Tuesday, October 15, 2013
THE MALFEASANCE OCCASIONAL: GIRL TROUBLE
The excellent Criminal Element site has put out its first crowd-sourced e-collection. THE MALFEASANCE OCCASIONAL: GIRL TROUBLE, edited by Clare Toohey, is a batch of 14 stories on the very topic the title describes. And it's fair to say that the stories live up to the title. Girl trouble in all sorts of permutations is what is on display here, and quite entertaining this trouble is, too - well, if not for the characters involved, then at least for the reader.
"Follow Us on Facebook and Twitter", by Eric Cline, the first story, sets an appropriately creepy tone, as the narrator obsesses over a way to take revenge on the woman who fired him from his job. While we can sympathize with his anger over his former boss's imperiousness, it's difficult for us to stay on his side when he uses social media to disguise himself and befriend the boss's teenage daughter. It's all quite plausible and it seems as if the plan of vengeance he's hatched will work. Until.........
Revenge is the main theme also in another of my favorites - "Benign" by Caroline J. Orvis. "I started stalking my breast surgeon almost by accident," is the first sentence, and as the story proceeds, we come to understand and sympathize with the narrator's outrage. It's not even as if the doctor she's stalking did anything wrong or negligent, but his clinical coolness smacks of an insensitivity that puts you on the narrator's side. Suffice it to say the irony present in the ending stings also.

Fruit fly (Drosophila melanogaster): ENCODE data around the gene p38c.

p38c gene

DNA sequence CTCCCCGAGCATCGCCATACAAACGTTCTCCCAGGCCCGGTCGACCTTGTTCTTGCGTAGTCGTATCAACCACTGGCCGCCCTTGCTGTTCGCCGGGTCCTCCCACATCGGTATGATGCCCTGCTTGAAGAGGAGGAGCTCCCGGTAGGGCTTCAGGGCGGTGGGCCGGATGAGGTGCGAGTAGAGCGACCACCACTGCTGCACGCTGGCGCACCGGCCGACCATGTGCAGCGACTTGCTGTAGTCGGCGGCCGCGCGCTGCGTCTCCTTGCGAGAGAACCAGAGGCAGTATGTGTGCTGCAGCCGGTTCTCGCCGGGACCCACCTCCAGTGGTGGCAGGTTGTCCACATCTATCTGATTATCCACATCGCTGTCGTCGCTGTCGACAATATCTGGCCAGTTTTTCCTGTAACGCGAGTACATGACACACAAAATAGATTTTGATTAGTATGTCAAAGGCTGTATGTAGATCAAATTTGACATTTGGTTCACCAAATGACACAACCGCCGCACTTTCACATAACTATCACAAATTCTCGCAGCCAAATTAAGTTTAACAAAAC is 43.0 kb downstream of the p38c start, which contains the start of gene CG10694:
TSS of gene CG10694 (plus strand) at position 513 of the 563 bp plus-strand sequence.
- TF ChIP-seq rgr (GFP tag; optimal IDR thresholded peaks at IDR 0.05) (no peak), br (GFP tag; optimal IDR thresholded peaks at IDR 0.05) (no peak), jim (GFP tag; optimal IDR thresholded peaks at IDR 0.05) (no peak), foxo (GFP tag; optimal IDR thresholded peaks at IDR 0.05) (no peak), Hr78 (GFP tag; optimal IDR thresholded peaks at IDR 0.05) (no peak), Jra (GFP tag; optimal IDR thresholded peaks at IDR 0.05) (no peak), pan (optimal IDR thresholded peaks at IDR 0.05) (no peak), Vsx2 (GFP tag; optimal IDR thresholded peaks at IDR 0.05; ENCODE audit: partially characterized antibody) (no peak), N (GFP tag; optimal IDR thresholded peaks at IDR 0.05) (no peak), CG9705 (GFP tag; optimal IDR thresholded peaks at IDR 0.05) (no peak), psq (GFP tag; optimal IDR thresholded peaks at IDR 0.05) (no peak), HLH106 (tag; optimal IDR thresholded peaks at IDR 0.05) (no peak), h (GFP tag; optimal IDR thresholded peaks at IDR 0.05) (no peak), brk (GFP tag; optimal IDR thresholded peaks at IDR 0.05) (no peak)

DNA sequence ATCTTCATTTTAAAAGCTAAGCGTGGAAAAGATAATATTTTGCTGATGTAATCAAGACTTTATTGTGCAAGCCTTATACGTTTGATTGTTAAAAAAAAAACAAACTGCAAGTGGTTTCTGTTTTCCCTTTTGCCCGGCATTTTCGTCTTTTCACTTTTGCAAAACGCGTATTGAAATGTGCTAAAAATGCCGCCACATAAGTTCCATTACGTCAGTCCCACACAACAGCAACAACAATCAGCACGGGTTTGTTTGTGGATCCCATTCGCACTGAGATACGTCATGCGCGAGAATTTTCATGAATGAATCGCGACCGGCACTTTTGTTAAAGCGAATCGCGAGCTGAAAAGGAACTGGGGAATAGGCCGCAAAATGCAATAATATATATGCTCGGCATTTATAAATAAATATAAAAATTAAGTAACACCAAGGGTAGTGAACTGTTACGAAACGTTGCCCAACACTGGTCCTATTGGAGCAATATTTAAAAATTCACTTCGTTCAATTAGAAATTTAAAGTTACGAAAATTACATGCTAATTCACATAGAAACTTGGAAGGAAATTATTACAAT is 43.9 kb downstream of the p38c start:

Travis Richardson provides a different sort of ending in "Incident on the 405". It's an ending I'm sure will divide readers. Some will think it works - an appropriate end considering the character involved; others may mutter a curse. I'll confess I didn't love it at first, but it's grown on me since I read it, and the entire story that leads up to it is terrific: fast, suspenseful, and a sharp commentary on women who have to deal with powerful, piggish men. There's a wonderful twist that occurs in the relationship between the two women in the story, and THE GIRL WITH THE DRAGON TATTOO, of all things, proves to be a source of great inspiration (not of the literary kind).
There are plenty more women in this collection fighting in some way to survive, and all told, the quality of the stories is high. Women serve as thieves, authors, actresses, drug addicts, muses, daughters, mothers. The stories range in tone from lighthearted to reflective to noirish to grim. There's an amusing literary crime story, "The Wentworth Letter" by Jeff Soloway, and even a piece of dark, speculative fiction, "Girl of Great Price" by Milo James Fowler (very intriguing).
If you're looking for a good, quick read with a lot of variety, I'd suggest spending time with these women. It's remarkable how much trouble these girls get into, and sometimes, but not always, get out of.